// GoofyLoop.cpp // #include "stdafx.h" #include <iostream> #include <immintrin.h> #include <math.h> #include <omp.h> const __int64 N = 100000000; double* a; double* b; const double typicalX = 3.141592653589793; void Serial(void) { double x = typicalX; double x1; __int64 cnt = N; for (__int64 i = 0; i < cnt;) { x1 = 2.0 * x - 1.; if (x1 < 1.0) { b= exp(x1) * cos(x1); i = i + 3; x = x*2.; } else // if ( x1 >= 1. ) { a= sqrt(x1) * log(1 / x1); i = i + 2; x = x / 2.; } } } void Parallel(void) { #pragma omp parallel { int iThread = omp_get_thread_num(); int nThreads = omp_get_num_threads(); double x = typicalX; double x1; __int64 cnt = N; __int64 interval = 0; for (__int64 i = 0; i < cnt; ++interval) { x1 = 2.0 * x - 1.; if (x1 < 1.0) { if (interval%nThreads == iThread) { b= exp(x1) * cos(x1); } i = i + 3; x = x*2.; } else // if ( x1 >= 1. ) { if (interval%nThreads == iThread) { a= sqrt(x1) * log(1 / x1); } i = i + 2; x = x / 2.; } } } } int _tmain(int argc, _TCHAR* argv[]) { a = (double*)malloc(N * sizeof(double)); // new double; b = (double*)malloc(N * sizeof(double)); // new double ; #pragma omp parallel { #pragma omp master { std::cout << "nThreads = " << omp_get_num_threads() << std::endl; } } #pragma omp parallel for for (int i = 0; i < N; ++i) { a = 0.0; b= 0.0; } for (int rep = 0; rep < 3; ++rep) { unsigned __int64 t0 = _rdtsc(); Serial(); unsigned __int64 t1 = _rdtsc(); std::cout << "Serial ticks = " << t1 - t0 << std::endl; } std::cout << std::endl; for (int rep = 0; rep < 3; ++rep) { unsigned __int64 t0 = _rdtsc(); Parallel(); unsigned __int64 t1 = _rdtsc(); std::cout << "Parallel ticks = " << t1 - t0 << std::endl; } return 0; }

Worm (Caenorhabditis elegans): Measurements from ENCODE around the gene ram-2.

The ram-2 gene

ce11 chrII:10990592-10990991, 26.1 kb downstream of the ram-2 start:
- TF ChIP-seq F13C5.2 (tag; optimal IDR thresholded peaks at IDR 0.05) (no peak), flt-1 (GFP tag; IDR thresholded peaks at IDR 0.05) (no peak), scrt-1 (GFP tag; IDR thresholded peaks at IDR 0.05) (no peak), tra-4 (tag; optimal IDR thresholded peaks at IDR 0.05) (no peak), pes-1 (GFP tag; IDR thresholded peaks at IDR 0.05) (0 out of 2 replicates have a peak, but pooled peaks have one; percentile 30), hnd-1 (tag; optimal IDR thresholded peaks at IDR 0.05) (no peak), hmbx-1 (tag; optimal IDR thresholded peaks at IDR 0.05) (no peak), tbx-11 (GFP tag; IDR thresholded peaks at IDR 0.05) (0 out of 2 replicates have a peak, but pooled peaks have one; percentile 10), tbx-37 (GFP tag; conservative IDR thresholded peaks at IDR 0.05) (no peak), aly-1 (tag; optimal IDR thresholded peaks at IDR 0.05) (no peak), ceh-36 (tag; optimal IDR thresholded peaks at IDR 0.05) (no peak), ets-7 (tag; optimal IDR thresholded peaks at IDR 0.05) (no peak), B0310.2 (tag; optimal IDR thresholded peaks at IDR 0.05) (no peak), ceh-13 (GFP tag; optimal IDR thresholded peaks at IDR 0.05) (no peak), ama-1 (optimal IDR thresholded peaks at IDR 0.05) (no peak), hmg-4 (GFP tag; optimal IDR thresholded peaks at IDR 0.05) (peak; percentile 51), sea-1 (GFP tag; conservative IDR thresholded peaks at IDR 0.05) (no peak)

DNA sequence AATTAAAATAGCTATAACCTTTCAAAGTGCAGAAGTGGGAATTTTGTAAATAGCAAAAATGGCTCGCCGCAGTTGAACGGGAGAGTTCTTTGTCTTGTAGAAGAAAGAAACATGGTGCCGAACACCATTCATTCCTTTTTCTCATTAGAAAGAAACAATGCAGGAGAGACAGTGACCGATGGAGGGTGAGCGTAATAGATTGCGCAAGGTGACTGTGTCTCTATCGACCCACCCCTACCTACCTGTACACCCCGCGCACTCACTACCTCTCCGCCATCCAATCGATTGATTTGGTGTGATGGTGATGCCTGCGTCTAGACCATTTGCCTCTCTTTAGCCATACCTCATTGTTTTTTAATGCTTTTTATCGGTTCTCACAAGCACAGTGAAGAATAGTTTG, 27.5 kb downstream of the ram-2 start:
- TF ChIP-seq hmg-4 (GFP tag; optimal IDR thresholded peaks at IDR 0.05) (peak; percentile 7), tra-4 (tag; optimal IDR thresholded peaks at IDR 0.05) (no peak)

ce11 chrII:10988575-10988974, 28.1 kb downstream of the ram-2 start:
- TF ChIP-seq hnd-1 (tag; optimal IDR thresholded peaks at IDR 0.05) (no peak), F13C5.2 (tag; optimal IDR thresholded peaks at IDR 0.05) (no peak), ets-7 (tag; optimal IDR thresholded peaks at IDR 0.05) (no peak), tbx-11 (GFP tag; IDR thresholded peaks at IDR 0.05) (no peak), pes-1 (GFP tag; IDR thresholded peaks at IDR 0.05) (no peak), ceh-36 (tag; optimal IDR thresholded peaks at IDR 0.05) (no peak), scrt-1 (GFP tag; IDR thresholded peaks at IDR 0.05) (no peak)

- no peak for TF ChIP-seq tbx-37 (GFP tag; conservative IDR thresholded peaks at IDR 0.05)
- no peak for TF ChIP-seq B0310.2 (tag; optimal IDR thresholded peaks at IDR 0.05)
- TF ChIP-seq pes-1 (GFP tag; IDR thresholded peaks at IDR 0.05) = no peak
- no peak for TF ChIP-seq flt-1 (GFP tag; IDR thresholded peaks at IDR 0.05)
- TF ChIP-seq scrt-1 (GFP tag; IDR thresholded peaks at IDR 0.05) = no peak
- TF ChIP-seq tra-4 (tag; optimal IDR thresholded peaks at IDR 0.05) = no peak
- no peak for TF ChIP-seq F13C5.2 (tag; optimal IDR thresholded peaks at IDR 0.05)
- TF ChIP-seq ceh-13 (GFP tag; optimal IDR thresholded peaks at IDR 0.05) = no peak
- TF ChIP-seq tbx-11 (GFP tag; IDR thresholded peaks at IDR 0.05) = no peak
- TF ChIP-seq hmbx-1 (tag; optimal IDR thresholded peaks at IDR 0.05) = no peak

On a 4 core w/ HT, Core i7 2700K, running 1 thread per core:

Threads = 4 Serial ticks = 3076054566 Serial ticks = 2543030436 Serial ticks = 2547671985 Parallel ticks = 2116263348 Parallel ticks = 2116889788 Parallel ticks = 2128250491

Marginal.

3 Threads:

hreads = 3 Serial ticks = 2585388714 Serial ticks = 2603521131 Serial ticks = 2602569400 Parallel ticks = 2098115233 Parallel ticks = 2108614224 Parallel ticks = 2098695600

Slightly better.